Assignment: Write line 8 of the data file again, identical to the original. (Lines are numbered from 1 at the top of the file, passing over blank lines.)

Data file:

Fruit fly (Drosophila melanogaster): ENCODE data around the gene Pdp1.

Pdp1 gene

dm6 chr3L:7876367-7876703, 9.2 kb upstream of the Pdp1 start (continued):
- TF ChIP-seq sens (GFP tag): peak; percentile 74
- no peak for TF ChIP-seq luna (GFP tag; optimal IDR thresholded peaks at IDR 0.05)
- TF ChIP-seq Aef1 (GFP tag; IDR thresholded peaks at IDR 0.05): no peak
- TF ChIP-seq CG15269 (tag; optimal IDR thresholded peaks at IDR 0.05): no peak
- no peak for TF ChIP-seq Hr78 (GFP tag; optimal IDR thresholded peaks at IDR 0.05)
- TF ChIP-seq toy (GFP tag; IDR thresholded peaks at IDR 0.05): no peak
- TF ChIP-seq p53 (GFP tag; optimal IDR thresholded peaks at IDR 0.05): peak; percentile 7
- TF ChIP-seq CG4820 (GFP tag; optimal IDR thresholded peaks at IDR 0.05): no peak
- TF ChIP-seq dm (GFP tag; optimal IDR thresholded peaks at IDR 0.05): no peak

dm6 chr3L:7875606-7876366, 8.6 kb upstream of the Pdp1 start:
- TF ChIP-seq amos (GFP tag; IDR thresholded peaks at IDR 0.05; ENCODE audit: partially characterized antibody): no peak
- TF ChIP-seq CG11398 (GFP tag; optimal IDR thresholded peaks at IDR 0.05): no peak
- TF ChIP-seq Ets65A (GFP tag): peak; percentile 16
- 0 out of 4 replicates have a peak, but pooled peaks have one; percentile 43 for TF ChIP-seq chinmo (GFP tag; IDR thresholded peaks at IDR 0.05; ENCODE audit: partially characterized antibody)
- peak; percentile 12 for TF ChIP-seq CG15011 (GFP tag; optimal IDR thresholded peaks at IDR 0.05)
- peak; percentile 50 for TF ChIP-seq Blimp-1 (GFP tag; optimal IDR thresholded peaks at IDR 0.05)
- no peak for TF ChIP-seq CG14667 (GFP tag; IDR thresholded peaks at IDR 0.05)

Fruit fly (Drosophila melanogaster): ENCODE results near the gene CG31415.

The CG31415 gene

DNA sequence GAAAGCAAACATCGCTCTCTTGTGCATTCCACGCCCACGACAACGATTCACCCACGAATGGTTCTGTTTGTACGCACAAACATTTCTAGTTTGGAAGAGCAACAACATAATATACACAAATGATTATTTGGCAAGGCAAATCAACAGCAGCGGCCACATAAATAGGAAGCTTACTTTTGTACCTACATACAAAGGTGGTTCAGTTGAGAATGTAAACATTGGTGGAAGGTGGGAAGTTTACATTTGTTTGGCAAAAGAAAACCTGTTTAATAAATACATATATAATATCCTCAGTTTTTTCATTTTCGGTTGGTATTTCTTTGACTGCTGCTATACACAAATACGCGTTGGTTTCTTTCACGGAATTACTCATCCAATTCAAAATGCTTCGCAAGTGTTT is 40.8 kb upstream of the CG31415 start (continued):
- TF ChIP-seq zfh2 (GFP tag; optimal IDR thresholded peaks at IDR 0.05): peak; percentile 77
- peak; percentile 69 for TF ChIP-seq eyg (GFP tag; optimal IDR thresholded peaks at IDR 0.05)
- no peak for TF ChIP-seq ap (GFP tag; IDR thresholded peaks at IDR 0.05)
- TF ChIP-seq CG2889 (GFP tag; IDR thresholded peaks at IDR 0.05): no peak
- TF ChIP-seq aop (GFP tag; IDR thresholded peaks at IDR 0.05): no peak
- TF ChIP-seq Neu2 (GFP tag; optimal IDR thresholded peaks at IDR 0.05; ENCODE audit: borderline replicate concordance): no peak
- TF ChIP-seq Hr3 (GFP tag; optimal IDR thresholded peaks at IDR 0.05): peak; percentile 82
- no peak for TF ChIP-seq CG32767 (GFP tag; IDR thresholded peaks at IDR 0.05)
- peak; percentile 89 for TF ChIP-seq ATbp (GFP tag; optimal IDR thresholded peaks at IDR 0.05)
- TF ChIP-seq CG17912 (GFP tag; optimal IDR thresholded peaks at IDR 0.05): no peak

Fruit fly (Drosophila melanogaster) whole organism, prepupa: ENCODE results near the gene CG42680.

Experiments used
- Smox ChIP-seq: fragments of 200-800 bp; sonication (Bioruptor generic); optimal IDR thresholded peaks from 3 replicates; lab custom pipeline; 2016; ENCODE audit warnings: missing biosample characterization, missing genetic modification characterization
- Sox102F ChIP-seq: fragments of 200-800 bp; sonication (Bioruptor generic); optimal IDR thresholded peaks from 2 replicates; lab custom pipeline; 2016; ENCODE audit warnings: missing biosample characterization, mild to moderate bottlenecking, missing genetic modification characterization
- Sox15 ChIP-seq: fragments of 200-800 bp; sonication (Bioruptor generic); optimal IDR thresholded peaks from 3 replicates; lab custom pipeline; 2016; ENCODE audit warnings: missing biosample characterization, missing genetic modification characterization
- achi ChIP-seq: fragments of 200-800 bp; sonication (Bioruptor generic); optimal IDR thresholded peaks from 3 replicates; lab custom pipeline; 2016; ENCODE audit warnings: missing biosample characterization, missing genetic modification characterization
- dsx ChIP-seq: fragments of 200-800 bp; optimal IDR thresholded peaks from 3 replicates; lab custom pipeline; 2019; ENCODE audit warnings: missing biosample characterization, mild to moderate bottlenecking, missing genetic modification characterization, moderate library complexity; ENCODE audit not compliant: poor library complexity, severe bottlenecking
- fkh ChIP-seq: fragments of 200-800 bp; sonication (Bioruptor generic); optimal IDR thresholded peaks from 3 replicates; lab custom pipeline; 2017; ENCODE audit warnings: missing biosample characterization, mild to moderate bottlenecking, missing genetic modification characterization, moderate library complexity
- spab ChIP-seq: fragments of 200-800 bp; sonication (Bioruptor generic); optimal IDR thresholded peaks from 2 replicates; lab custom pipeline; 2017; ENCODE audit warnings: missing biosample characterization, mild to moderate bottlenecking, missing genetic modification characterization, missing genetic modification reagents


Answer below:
- no peak for TF ChIP-seq Hr78 (GFP tag; optimal IDR thresholded peaks at IDR 0.05)